Eurosport’s Wayne Boyce did well to squeeze in a reference to Uruguay being “impressive defensively” before Portugal’s Xander Silva destroyed the narrative after 55 seconds. And with his crib sheet torn-up, Boyce was fortunate that the subsequent game wasn’t a stinker.
Uruguay levelled within 15 minutes and defended “normally” until another “surprise” Portuguese goal just before half-time, the previously sense-of-directionless Diogo Goncalves locating the top corner from 22 yards.
Uruguay levelled again just after half-time when accidentally standing on someone’s foot became a foul (more on that later) and wayward spot-kicker Nicolas de la Cruz made way for Federico Valverde to net the resultant penalty. But the game petered out dismally, letting Robson whine, as per, about extra-time, despite commentating on an exciting 30 minutes in the previous quarter-final
The shoot-out was worth the wait, with the, yes, “ABBA” format (sides taking two consecutive penalties after the first kick) adding slivers of drama to the sought-after fairness.
Eight mostly-clinical, successful kicks preceded four honkers. Unfeasibly large Uruguayan Rodrigo Amaral VISIBLY gained weight since playing earlier in the tournament. His passing during his substitute appearance here was sublime. Alas, “putting his weight behind it” nearly sent his penalty to Japan.
Uruguay’s not-at-all-annoying keeper Santiago Mele leapt along his line like he was on Amaral’s weight-loss programme. And, eventually, Mele bumped into two Portuguese penalties before Santiago Bueno’s winning kick…two players named after Chile’s capital sending Uruguay through.
Italy 3 Zambia 2 (after extra-time, 2-2 after 90 minutes)
What do you give the game that had everything? Its own article. Two hundred-ish words couldn’t do justice to the half-time interval, let alone this feast of fabulous football. It had the lot, bar a streaker taking a winning shoot-out penalty and no-one objecting or noticing. Stunning goals, stunning goalkeeping, VAR controversy-and-a-half, non-VAR controversy, late drama, even later drama
And if Zambia kicked-off as many neutrals’ favourites, Italy made the transition of support relatively easy with a brave, tactically astute recovery from an early goal and, mega-controversially, a man down for the final 76 of the 120 minutes.
Full report later, then. An excuse to watch the while game again? You betcha.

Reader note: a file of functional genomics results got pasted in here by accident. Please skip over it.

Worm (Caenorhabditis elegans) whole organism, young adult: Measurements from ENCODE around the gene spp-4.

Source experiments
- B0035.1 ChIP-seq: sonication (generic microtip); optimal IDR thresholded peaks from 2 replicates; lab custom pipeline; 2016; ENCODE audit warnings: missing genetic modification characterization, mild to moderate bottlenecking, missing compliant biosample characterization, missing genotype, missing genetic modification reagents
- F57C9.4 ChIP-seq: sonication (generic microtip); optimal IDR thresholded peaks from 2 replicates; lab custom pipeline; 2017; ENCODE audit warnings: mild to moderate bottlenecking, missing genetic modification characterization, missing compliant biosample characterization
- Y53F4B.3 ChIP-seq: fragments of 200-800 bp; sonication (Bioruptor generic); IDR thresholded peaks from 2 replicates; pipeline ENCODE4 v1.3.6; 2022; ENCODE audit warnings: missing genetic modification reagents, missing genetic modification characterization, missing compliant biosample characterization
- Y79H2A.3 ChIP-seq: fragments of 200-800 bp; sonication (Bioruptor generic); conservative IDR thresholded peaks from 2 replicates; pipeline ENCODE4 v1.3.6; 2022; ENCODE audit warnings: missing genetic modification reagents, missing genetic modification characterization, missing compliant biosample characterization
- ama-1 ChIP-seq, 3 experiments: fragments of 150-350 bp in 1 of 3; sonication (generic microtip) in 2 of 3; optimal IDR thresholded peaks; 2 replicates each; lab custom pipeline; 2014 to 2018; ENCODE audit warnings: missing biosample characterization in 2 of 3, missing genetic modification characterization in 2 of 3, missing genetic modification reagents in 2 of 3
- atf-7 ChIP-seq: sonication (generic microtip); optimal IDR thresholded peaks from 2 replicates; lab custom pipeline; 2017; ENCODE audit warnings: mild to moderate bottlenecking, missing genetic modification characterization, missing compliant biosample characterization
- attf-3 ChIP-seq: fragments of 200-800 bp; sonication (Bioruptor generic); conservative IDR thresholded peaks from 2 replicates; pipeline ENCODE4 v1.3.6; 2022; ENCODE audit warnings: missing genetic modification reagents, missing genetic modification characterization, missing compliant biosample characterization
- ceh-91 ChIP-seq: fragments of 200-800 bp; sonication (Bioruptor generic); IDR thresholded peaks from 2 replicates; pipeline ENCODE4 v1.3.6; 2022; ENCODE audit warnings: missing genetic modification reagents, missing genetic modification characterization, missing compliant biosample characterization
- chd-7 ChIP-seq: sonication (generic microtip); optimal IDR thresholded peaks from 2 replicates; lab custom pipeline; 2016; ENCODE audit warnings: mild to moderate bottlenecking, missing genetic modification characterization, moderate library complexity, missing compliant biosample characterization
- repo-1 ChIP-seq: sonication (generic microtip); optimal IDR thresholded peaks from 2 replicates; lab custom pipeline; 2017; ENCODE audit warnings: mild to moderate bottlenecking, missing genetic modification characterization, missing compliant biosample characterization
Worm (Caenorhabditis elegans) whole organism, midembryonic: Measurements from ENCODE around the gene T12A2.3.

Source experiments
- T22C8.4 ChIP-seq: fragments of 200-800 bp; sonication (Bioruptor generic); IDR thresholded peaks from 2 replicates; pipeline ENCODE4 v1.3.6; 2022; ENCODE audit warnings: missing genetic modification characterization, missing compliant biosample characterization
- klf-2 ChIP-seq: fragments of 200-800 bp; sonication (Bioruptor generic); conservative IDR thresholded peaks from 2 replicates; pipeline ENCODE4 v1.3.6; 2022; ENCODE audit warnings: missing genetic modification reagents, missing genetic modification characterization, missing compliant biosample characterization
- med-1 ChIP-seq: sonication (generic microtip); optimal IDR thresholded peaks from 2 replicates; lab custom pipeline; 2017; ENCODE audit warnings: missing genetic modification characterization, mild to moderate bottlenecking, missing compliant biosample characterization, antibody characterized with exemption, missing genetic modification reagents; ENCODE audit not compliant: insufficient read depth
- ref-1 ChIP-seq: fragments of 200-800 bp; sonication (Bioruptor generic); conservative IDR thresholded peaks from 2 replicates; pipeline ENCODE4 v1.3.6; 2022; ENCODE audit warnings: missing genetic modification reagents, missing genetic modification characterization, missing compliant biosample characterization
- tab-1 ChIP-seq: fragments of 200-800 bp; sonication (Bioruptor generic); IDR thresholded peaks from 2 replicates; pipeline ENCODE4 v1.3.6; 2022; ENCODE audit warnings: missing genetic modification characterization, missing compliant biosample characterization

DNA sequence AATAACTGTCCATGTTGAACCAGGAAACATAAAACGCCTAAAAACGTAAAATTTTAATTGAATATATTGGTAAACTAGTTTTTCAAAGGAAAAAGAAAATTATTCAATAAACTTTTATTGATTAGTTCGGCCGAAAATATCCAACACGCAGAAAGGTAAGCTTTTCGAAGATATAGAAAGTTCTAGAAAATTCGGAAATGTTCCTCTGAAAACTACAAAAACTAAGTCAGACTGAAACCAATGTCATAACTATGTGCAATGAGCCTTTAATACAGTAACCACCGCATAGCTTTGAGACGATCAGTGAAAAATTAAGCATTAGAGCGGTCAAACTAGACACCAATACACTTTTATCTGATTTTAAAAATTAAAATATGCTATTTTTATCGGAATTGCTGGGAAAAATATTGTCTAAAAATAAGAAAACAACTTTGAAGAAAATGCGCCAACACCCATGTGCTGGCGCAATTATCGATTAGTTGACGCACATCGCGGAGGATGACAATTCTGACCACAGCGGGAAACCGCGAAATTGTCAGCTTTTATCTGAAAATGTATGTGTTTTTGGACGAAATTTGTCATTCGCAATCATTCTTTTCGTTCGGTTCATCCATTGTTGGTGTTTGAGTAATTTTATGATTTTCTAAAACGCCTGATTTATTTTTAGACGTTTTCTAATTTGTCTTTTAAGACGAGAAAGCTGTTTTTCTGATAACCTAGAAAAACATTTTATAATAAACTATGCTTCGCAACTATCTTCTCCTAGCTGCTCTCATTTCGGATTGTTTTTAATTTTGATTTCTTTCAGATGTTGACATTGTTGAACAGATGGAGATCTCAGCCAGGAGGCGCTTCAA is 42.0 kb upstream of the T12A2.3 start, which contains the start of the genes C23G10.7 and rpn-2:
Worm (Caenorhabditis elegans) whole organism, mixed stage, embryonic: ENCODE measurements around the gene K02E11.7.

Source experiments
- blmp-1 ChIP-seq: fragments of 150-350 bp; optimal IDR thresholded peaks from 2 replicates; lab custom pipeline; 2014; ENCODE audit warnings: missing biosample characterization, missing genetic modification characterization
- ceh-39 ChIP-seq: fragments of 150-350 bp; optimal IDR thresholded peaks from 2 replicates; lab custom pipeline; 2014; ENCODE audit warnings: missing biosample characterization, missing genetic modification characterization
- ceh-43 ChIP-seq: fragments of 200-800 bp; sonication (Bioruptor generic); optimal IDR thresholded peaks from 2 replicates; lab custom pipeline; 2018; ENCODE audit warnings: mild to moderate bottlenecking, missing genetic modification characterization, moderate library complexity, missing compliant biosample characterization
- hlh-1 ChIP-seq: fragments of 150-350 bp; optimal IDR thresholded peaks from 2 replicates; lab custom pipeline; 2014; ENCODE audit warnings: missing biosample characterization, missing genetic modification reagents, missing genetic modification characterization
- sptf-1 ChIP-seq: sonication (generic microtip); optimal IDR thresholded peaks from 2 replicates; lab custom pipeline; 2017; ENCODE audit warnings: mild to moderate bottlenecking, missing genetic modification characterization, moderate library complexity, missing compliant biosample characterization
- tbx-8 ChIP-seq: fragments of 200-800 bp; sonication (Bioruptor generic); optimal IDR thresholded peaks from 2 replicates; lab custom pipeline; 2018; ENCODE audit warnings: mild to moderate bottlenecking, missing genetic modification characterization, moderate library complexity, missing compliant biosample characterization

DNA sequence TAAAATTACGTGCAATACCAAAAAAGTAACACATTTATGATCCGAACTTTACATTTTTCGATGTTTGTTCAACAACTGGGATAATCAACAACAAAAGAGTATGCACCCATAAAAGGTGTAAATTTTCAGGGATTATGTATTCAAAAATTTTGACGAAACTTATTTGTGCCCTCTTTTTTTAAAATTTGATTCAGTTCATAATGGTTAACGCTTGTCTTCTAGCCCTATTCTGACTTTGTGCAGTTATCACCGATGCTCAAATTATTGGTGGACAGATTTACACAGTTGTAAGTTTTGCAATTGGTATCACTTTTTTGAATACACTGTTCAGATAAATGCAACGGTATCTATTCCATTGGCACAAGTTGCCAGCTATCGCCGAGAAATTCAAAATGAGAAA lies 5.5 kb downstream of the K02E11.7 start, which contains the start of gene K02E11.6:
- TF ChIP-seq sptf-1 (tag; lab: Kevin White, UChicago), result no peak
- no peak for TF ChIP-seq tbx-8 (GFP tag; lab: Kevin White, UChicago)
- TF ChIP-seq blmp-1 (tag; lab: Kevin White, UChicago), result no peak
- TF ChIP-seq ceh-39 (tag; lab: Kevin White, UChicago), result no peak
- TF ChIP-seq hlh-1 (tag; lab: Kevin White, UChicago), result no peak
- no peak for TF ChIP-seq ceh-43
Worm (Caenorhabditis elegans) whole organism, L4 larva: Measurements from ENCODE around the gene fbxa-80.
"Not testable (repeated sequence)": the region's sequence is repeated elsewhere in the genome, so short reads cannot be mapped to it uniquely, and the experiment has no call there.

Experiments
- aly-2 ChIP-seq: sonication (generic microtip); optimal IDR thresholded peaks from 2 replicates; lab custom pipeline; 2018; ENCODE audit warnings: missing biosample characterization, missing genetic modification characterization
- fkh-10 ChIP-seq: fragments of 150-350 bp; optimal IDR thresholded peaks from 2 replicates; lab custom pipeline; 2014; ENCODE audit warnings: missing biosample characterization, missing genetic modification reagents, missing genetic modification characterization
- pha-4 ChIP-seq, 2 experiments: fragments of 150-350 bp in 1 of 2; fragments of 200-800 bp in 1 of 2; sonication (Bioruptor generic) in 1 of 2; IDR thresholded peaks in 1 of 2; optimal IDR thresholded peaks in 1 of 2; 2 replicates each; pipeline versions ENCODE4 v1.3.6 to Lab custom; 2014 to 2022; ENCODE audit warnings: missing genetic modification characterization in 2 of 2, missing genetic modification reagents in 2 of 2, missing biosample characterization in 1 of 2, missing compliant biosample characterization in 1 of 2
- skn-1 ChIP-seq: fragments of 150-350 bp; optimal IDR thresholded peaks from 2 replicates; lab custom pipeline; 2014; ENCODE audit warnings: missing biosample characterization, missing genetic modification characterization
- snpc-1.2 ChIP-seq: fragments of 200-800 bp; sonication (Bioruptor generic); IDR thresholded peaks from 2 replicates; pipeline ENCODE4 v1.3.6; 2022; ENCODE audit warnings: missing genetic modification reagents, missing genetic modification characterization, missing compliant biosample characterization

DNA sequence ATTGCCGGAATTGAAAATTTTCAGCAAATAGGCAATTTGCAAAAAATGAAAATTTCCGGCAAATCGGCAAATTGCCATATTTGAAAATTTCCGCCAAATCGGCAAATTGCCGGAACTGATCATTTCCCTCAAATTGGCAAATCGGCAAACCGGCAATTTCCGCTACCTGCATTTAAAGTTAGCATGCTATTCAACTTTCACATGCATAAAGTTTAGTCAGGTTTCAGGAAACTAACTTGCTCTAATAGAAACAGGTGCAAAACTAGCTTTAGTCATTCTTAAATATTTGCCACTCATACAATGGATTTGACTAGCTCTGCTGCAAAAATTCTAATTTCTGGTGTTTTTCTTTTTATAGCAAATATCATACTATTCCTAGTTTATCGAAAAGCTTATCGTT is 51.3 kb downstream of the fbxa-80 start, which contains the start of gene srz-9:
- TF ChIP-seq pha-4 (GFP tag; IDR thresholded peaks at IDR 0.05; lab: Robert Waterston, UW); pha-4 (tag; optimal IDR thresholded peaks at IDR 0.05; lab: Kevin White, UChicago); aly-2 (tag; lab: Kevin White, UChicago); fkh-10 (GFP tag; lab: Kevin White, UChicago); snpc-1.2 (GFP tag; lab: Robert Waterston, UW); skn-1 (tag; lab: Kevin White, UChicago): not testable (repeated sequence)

Mexico 0 England 1
England rarely get this far. Only once, indeed, without Eurosport’s Stewart Robson in the team, he KEEPS telling us. But for 70 minutes they seemed gripped by a quarter-final “phobia,” which would have proved their downfall if Mexico weren’t gripped by an equally-ruinous goal-phobia.
For 15 minutes, England displayed their now-trademark confidence. Then, until half-time, nothing. Presumably fired by a half-time, changing-room rocket, England could/should have had three goals between 47 and 50 minutes. Perhaps fortunately, one was enough.
Dominic Solanke converted Lewis Cook’s, well…anybody’s, pass of the tournament. Joaquim Esquivel cleared Alan Cervantes’ inadvertent deflection of Keiran Dowell’s shot off the line. Josh Onomah’s fired against the post. Then, until the potential game-changer, nothing. From England, that is.
Mexico did little with lots of possession. Then, on 73 minutes, Onomah glided inside Juan Aguayo, accidentally trod on Aguayo’s foot and…received his second booking of the game, remarkably the ONLY two bookings of the game. Onomah’s suspension aside, the worst consequence of this was letting Boyce reference “a Mexican wave of pressure.”
England defended in their reduced numbers and relied on their counter-attacking forte. Dominic Calvert-Lewin’s finishing was why he started as a sub. But Mexico’s goal-phobia struck. Ronaldo Cisneros turned to jelly ten yards out, Francisco Venegas lifted his shot towards SAN Francisco, and his next pass should have put the lively Uriel Antuna clean through…but didn’t. Although Antuna would probably have missed anyway.
England look likely tournament winners, more so since playing relatively badly against Mexico yet being the only quarter-finalists to win in 90 minutes. Italy’s Riccardo Zaccagno is goalkeeper of the tournament, though, and England’s Adam Armstrong will need more accuracy in his shooting (i.e. some) to beat him.
You’d fancy Venezuela, except for the two extra-time periods they’ve endured, on top of the xx games in xx days everyone has played, and the two suspended centre-halves they’ll miss. Uruguay are Uruguay, which could be good, bad, ugly or all three. Or not. But if Rodrigo Amaral is the passer of the tournament, so his…cough…’surprising’ weight in the quarter-final might not matter.
England to beat Venezuela in the final, then. Italy to beat Uruguay in the third-place match. No, YOU bloody hell, don’t tempt fate.